How Important Is UL Certification for a Standing Desk or Treadmill Desk?
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This is a broad subject involving more than 125 years of history of the Underwriters Laboratories (UL), product manufacturers, consumers around the globe and across industries, and countless liability lawsuits adding to legal precedent. In this primer, we’re going to convey in layman’s terms the most important things you should consider when shopping online for office fitness gear.
Why should I care if something is UL Certified?
Having your home or business burn to the ground due to an electrical fire, or getting mortally injured on a piece of fitness equipment would be tragic! But it’s pretty easy to reduce the odds of tragedy with one simple measure: purchase and install only UL-certified equipment.
UL certification is category-specific. That is, washing machines have a different standard than treadmills. While seeing the UL seal of approval on a product doesn’t guarantee your safety, it does guarantee that the manufacturer met the latest safety standards in their design and production of the product, at the time of the product’s introduction. (At least when the UL certification hasn’t itself been faked, as we were the first to discover and report about the now-defunct maker of the TreadDesk office treadmill. We learned a lot in that investigation that led us to writing this article.)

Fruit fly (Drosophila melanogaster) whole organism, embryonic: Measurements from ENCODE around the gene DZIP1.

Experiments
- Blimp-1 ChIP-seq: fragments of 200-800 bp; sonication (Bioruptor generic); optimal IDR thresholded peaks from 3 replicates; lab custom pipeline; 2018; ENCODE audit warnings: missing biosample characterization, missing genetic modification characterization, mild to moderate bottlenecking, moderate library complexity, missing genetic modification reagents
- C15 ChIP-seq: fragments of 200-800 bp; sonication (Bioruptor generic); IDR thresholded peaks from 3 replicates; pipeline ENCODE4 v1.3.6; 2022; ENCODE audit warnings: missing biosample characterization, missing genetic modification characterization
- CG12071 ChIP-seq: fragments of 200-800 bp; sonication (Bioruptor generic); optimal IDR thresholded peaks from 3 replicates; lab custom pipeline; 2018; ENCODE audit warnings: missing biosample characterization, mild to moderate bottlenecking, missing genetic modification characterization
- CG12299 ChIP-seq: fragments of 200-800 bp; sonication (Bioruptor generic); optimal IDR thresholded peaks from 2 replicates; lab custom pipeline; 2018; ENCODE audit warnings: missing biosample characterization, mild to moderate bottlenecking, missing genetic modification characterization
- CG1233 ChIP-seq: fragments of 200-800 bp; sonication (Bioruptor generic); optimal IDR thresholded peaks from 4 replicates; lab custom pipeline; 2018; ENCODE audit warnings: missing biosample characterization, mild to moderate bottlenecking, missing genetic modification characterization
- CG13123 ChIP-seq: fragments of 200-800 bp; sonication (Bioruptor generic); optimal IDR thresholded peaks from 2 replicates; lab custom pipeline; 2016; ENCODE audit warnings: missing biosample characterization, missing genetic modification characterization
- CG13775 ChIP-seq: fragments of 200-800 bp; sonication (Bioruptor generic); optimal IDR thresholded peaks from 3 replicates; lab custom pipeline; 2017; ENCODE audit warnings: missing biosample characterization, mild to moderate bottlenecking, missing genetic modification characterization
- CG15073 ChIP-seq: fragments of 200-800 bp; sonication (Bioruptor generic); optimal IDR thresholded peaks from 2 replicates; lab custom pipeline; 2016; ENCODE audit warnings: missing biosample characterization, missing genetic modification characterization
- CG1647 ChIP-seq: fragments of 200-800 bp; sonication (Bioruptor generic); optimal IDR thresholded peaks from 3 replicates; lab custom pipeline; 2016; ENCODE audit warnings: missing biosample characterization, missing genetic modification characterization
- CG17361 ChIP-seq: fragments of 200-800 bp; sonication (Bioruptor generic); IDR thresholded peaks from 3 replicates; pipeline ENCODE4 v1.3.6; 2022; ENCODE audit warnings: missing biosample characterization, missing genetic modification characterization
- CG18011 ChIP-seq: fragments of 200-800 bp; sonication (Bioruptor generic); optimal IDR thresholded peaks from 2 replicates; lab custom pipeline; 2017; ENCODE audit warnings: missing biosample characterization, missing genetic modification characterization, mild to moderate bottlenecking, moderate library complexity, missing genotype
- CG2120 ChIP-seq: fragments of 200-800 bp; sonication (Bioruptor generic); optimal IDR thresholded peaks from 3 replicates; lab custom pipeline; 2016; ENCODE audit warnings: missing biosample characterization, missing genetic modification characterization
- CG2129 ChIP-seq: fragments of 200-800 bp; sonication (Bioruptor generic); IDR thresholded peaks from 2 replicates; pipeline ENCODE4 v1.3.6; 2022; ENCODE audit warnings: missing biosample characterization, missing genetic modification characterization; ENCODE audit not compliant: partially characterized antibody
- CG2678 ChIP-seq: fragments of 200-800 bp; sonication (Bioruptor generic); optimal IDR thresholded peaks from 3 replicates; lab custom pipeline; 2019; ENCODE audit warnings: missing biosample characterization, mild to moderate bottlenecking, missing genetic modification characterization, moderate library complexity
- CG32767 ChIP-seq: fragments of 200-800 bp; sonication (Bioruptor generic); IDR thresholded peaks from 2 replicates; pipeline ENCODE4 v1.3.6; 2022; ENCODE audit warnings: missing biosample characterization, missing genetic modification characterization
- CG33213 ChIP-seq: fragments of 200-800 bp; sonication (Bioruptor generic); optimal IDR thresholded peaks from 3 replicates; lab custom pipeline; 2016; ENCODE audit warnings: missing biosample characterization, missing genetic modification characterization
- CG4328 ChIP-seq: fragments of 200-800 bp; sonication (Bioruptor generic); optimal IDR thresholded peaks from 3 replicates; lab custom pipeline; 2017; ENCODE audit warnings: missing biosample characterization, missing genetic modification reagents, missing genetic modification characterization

People used to think of UL as something that was only necessary for products that plug into an AC outlet (toasters, Christmas lights, etc.). Nowadays, the UL certification process also includes other relevant safety standards such as testing for the existence of any hazardous chemicals and any excessive electronic emissions that might mess with other nearby electronic equipment. In some jurisdictions and product categories, UL approval may be required by law, but generally speaking it is voluntary for the manufacturer to spend the time, money, and effort to submit their products for testing.
Is UL a government agency?
There are very few legal, state-sanctioned monopolies in the USA. Underwriters Laboratories, founded in 1894 by William Henry Merrill, is one of them, Many people believe that UL is some sort of governmental entity, but, in fact, it is a private, profit-making company (it was a non-profit prior to 2012). UL receives millions of dollars in fees and employs, directly or indirectly, hundreds, if not thousands, of people all over the world. In some states and local jurisdictions, it is illegal to sell electrical items without a UL inspection and seal of approval. The Northbrook, Illinois-based company participates in the safety analysis of tens of thousands of products a year.